Have you ever wondered how
library books are assigned their places on the shelves?
Did you know that the call number—the number placed
on the spine of the book—is a code which provides
valuable information about the book?
This page will provide an
introduction to understanding and using library call numbers.
Why Are Call Numbers Necessary?
Each book in the library has
a unique call number. A call number is like an address: it
tells you where the book is located in the library.
Call numbers appear
Note that the same call number
can be written from top-to-bottom, or left-to-right.
Since the mid-70s the Howard
University Libraries have been using the
Library of Congress (LC) Classification
system for call numbers. Before that time, the Dewey
Decimal system was used. Many of the older
books in the Undergraduate Library still have Dewey Decimal
call numbers. To view the Dewey Decimal chart,
and click here
too see how Dewey Decimal call numbers are read.
The LC system uses a combination
of letters and numbers to arrange materials by subjects.
Reading Call Numbers
Putting Call Numbers in Shelf
To understand how call numbers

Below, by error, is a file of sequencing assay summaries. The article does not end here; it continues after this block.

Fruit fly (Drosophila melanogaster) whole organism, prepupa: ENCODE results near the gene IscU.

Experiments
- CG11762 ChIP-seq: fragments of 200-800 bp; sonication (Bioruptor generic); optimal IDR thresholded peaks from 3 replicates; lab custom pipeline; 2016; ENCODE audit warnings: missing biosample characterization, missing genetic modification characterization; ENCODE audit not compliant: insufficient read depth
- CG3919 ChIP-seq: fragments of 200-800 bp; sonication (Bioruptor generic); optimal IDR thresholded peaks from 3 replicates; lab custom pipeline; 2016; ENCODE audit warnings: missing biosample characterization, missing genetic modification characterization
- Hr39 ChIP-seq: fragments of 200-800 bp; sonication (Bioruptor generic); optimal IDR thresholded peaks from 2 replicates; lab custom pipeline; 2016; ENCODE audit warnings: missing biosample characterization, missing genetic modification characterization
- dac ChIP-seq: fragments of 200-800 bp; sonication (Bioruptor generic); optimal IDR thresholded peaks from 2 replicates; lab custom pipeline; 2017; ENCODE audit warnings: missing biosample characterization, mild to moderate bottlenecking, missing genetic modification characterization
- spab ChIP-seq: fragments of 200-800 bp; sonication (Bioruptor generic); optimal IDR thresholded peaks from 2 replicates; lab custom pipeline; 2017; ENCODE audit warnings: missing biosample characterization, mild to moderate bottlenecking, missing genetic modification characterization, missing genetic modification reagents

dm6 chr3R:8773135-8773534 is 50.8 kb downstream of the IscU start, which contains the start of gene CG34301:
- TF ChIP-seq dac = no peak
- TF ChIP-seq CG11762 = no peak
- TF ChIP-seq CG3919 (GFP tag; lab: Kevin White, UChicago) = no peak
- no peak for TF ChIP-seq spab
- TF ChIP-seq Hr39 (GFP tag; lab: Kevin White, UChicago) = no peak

are put in order in Library of Congress Classification, again
look at each section of the call number.
What Does the Call Number
Remember that Library of
Congress Classification arranges materials by subjects. The
first sections of the call number represent the subject of
the book. The letter-and-decimal section of the call number
often represents the author's last name. And, as you recall,
the last section of a call number is often the date of publication.
Why Is This Important to Know?
Because books are classified
by subject, you can often find several helpful books on the
same shelf, or nearby. For example, within the same call number
LB2395, there are other guides for college study.
Basic Steps in the Research Process
Suggestions for Finding a Topic
Search for Specific Types of Materials
Finding Books by Call Numbers